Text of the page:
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Car Insurance: Do you need Uninsured Motorist?

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Do you need uninsured motorist on your car insurance?

Car Insurance

Do you need Uninsured Motorist?

At our agency, we have a host of coverages we recommend for your car insurance, and each coverage has a specific reason behind it’s recommended. 

We don’t just sling out recommendations just to increase your payment, we just want to make sure you’re covered properly for common claims that can occur. 

Today we’re talking about uninsured motorist coverage, which is probably one of the most important items you can have on your policy. 

So many drivers don’t understand that all uninsured motorist is NOT the same, and many agents fail to explain that to their clients – simply because they’re afraid of an objection or they don’t understand the differences themselves. 

So let’s get into it!

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Why do you need it?

So before we get too deep into it, we need to make one things clear: the difference between uninsured drivers, and underinsured drivers. 

Uninsured drivers would be people who have no car insurance, period. 

Underinsured drivers are people who have car insurance, but not enough to cover the damage they caused.

And this makes sense, because technically anyone can be an underinsured driver – it just depends on how bad the accident they caused, turns out to be.

In the state of Georgia, you’re not required to have uninsured/underinsured motorist coverage, but about 20 states have made uninsured motorist a state requirement, for good reason. 

Its quite odd for our home state not to require it, considering the the Insurance Information Institute did a study back in 2021, finding about 12% of drivers are uninsured in Georgia. 

So in simple terms, that means 1 out of 10 drivers you see on the road, have no insurance. If you commute to work, you’re probably running into 5-10 uninsured drivers, every day. 

So why wouldn’t the state of Georgia require uninsured motorist coverage, since the risk is so high? Well, that’s a great question you can direct at your state legislators or the commissioner of insurance. 

Now the better question is, why didn’t your insurance agent break down uninsured motorist coverage, and the different variations you can purchase?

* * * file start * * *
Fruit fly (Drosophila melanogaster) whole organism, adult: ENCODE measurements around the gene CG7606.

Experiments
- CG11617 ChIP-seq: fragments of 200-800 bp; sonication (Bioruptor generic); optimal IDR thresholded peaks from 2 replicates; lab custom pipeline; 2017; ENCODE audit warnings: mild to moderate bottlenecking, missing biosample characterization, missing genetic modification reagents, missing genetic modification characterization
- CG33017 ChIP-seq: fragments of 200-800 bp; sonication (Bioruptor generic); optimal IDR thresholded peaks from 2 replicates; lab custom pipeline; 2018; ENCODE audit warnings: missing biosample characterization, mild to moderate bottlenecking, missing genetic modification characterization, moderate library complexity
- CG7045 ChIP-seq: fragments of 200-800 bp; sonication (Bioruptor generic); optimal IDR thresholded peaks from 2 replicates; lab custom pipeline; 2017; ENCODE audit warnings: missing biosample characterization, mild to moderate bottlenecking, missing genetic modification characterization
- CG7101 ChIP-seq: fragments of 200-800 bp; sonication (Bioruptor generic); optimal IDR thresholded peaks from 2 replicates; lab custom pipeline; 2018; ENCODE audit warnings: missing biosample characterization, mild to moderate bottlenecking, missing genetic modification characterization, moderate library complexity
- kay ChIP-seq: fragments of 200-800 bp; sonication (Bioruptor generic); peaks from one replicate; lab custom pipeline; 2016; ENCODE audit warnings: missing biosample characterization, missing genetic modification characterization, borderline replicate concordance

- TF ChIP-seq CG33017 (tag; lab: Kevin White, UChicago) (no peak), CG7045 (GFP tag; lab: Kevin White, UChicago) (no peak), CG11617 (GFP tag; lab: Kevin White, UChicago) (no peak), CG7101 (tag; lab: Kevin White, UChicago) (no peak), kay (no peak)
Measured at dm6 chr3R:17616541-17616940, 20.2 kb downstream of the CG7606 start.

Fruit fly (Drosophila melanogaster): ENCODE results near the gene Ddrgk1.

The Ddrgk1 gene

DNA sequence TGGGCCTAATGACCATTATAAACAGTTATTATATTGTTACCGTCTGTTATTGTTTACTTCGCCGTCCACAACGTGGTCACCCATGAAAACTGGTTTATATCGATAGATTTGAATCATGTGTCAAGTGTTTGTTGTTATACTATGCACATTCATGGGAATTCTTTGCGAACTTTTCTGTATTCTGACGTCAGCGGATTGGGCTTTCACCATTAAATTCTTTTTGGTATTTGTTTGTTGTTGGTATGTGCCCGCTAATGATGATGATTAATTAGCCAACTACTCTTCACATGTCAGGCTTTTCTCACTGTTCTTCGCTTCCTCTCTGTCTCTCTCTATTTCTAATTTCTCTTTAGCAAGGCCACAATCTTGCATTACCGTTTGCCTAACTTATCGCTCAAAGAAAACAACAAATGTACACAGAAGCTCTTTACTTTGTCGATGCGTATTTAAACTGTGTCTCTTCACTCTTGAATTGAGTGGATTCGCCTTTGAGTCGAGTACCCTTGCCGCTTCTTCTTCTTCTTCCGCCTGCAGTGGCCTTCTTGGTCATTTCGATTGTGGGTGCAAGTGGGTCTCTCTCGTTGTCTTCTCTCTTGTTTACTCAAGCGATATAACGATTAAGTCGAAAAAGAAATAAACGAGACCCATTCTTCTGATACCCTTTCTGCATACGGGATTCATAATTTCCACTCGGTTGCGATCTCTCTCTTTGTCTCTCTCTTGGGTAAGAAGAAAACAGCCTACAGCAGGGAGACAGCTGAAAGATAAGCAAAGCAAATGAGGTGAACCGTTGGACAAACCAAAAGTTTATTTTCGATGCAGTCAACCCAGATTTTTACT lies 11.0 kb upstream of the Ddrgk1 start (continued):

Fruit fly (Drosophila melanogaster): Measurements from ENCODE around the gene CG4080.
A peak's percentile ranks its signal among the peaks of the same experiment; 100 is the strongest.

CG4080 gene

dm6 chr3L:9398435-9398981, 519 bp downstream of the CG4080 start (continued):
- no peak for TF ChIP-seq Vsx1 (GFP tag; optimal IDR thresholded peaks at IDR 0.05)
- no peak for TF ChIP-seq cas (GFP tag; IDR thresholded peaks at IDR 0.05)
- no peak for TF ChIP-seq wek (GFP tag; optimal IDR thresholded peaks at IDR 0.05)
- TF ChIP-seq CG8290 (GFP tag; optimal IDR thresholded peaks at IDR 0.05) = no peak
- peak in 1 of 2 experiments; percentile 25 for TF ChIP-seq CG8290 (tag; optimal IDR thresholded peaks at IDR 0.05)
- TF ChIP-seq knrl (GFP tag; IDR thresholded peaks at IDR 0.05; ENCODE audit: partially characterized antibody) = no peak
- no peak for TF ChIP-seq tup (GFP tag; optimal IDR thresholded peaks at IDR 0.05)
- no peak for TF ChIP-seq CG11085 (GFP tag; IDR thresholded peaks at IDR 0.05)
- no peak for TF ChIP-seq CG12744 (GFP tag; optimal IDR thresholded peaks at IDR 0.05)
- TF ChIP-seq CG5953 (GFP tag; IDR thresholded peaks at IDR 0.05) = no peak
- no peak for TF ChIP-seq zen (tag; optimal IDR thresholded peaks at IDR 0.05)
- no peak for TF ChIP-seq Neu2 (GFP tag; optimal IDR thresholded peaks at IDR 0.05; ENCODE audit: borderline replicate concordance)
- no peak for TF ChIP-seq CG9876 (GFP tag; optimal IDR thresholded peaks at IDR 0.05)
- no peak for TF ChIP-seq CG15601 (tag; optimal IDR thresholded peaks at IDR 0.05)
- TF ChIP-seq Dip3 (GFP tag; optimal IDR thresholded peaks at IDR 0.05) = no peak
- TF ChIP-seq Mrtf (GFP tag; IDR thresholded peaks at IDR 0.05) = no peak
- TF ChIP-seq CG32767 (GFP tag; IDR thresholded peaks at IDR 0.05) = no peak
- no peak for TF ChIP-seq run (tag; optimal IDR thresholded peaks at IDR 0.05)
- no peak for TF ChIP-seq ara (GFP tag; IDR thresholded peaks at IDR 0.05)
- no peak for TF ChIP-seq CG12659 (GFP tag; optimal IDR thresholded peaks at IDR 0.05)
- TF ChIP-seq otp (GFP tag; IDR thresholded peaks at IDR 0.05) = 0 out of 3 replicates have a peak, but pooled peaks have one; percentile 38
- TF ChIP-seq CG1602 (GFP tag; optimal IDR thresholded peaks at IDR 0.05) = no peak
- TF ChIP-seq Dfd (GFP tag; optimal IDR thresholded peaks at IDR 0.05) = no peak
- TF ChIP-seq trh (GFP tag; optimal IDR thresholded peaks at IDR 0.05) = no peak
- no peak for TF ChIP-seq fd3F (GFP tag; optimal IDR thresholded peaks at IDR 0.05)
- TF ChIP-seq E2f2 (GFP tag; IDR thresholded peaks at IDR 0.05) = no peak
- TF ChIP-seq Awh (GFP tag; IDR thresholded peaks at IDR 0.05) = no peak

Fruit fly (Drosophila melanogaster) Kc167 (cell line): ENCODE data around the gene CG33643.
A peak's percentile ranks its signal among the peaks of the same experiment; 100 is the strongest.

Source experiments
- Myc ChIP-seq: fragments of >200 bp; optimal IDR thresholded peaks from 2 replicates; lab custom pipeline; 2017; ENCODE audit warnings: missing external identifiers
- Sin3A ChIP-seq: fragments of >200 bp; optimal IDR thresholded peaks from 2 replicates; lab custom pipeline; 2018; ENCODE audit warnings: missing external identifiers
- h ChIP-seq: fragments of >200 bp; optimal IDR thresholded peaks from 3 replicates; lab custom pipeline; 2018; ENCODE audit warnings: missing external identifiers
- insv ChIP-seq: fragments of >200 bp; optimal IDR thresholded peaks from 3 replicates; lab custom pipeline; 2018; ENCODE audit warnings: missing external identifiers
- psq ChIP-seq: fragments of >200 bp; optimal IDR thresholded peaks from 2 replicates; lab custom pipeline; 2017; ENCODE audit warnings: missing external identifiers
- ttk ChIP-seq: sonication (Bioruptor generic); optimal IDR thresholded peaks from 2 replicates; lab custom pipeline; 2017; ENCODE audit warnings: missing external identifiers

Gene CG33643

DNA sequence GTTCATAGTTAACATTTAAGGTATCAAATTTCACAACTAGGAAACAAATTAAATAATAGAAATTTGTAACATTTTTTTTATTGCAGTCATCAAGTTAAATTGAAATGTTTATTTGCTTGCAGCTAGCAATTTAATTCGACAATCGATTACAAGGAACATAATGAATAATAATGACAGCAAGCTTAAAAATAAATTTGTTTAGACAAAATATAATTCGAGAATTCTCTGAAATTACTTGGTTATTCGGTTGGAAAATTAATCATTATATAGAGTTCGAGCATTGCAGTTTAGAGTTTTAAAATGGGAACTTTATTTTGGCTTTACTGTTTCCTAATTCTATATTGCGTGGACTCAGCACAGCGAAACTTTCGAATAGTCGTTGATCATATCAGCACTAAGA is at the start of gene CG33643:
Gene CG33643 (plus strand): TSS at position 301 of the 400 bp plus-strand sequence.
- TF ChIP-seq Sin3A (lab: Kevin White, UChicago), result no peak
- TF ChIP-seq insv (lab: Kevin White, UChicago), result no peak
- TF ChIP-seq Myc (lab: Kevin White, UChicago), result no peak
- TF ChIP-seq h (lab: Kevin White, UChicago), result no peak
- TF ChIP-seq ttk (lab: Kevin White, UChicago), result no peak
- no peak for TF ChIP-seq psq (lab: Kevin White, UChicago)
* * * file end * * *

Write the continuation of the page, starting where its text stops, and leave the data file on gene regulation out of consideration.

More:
Did they even tell you there are multiple types, that work completely different?

A licensed insurance agent has two jobs, to advise and support. Your agent should not be assuming what coverage you want, they should simply explain each coverage – so you can make an educated decision. After all, it’s your coverage – not theirs. 

Breaking it Down

Reduced by & Added on

The most common form of coverage is called “reduced by” or “traditional” uninsured motorist. 

Now, before we get into it – you should know that all forms of car insurance coverage can vary by state, and insurance providers. So you should always consult a licensed agent before making coverage decisions. 

Now, “reduced by” uninsured motorist would essentially mean: if you’re hit by an uninsured driver, you can file a claim with your insurance provider – and they can provide coverage up to you current uninsured motorist limits. If you’re hit by an underinsured driver, then you may be able to receive the difference in your limits, and the other parties. 

If you’re limits are $25,000/$50,000/$25,0000 – then you’d have a max compensation of $25,000 per person, $50,000 per accident, and $25,000 for property damage – which is pretty helpful if someone totals your car, and they drop the “no car insurance” bomb, on you. Something is better than nothing, right?

Now what if they HAVE car insurance, but their liability limits are less than the damage they caused to you? 

For example, let’s say you drive a $40,000 car, and they cause around $65,000 in injuries to you, and your passengers. Then they get out, show you their ID cards, and their limits are $25,000 for bodily injuries, and $25,000 for property damage. 

In this case, you’ve been hit by an underinsured driver, and there’s a potential for YOUR uninsured motorist to kick it, but it depends on your limits. 

Well, to make it simple, if you have reduced by uninsured motorist coverage, with a limit of $25,000, and the other party has a liability limit of $25,000, your insurance carrier would provide no additional coverage for the underinsured claim.

Now if you had “added on” uninsured motorist coverage, you would received an additional $25,000 in coverage because “added on” means your coverage limit stacks on top of their car insurance limits. 

So as you can see, that’s pretty useful! Considering most drivers elect to have state minimum liability limits, you can mitigate another driver’s low limits if you choose “added on” uninsured motorist, when shopping for car insurance. 

The Cost Difference

The cost difference to upgrade from “reduced by” to “added on” is typically pretty minimal, but it’ll depend on your insurance score, and prior claims history. 

I find that calculating the “cost” doesn’t start and end with your monthly payment. It’s really about how much it’ll cost you over the coming years. 

Think about it: does it cost more or less to save $30 per month on your payment, but have a $25,000 claim denied 2-3 years from now?

Clearly the denied claim is the most costly situation you’ll get into, and this entire article has ONLY been focused on small accidents. 

Before you make your decision on coverage, ask yourself: “Would I be okay if someone hit me and they caused $100,000 in damages?”

For most people, the answer is typically no.

Ready to start saving?

We can shop your car insurance through over 30 different insurance companies.

Quotes are completely free, and no obligation.

Tired of Rising Insurance Premiums?

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